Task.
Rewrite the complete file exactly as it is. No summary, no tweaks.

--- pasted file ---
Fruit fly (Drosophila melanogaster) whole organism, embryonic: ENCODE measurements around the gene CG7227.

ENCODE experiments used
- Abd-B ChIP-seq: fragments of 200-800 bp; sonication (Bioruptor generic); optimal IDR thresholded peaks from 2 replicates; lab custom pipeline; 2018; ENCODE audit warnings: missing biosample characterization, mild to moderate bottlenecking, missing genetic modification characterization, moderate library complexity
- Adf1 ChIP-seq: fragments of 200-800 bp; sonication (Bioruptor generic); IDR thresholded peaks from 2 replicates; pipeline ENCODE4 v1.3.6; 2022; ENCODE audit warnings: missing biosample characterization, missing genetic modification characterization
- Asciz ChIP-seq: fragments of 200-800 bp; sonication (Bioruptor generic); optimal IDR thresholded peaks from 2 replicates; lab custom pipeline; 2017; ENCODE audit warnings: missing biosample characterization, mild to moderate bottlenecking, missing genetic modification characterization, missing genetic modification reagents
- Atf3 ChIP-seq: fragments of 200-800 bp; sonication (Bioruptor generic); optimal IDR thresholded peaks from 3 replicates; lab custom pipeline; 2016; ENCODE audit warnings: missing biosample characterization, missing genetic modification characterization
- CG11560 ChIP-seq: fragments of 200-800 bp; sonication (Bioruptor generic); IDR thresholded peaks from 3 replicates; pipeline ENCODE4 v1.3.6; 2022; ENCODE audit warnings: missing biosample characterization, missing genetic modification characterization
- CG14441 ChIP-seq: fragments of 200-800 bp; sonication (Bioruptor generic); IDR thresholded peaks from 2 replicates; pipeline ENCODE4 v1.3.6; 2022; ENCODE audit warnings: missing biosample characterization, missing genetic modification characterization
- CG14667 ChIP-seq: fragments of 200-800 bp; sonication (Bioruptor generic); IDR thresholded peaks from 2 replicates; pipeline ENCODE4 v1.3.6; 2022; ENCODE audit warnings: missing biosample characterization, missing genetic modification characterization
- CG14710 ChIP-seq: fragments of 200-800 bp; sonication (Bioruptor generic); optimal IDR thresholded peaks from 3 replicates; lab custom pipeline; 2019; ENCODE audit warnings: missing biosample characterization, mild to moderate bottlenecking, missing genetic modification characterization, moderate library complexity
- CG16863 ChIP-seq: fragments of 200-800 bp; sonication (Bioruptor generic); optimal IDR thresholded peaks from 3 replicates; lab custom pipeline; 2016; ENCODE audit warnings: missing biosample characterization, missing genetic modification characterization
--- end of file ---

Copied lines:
Fruit fly (Drosophila melanogaster) whole organism, embryonic: ENCODE measurements around the gene CG7227.

ENCODE experiments used
- Abd-B ChIP-seq: fragments of 200-800 bp; sonication (Bioruptor generic); optimal IDR thresholded peaks from 2 replicates; lab custom pipeline; 2018; ENCODE audit warnings: missing biosample characterization, mild to moderate bottlenecking, missing genetic modification characterization, moderate library complexity
- Adf1 ChIP-seq: fragments of 200-800 bp; sonication (Bioruptor generic); IDR thresholded peaks from 2 replicates; pipeline ENCODE4 v1.3.6; 2022; ENCODE audit warnings: missing biosample characterization, missing genetic modification characterization
- Asciz ChIP-seq: fragments of 200-800 bp; sonication (Bioruptor generic); optimal IDR thresholded peaks from 2 replicates; lab custom pipeline; 2017; ENCODE audit warnings: missing biosample characterization, mild to moderate bottlenecking, missing genetic modification characterization, missing genetic modification reagents
- Atf3 ChIP-seq: fragments of 200-800 bp; sonication (Bioruptor generic); optimal IDR thresholded peaks from 3 replicates; lab custom pipeline; 2016; ENCODE audit warnings: missing biosample characterization, missing genetic modification characterization
- CG11560 ChIP-seq: fragments of 200-800 bp; sonication (Bioruptor generic); IDR thresholded peaks from 3 replicates; pipeline ENCODE4 v1.3.6; 2022; ENCODE audit warnings: missing biosample characterization, missing genetic modification characterization
- CG14441 ChIP-seq: fragments of 200-800 bp; sonication (Bioruptor generic); IDR thresholded peaks from 2 replicates; pipeline ENCODE4 v1.3.6; 2022; ENCODE audit warnings: missing biosample characterization, missing genetic modification characterization
- CG14667 ChIP-seq: fragments of 200-800 bp; sonication (Bioruptor generic); IDR thresholded peaks from 2 replicates; pipeline ENCODE4 v1.3.6; 2022; ENCODE audit warnings: missing biosample characterization, missing genetic modification characterization
- CG14710 ChIP-seq: fragments of 200-800 bp; sonication (Bioruptor generic); optimal IDR thresholded peaks from 3 replicates; lab custom pipeline; 2019; ENCODE audit warnings: missing biosample characterization, mild to moderate bottlenecking, missing genetic modification characterization, moderate library complexity
- CG16863 ChIP-seq: fragments of 200-800 bp; sonication (Bioruptor generic); optimal IDR thresholded peaks from 3 replicates; lab custom pipeline; 2016; ENCODE audit warnings: missing biosample characterization, missing genetic modification characterization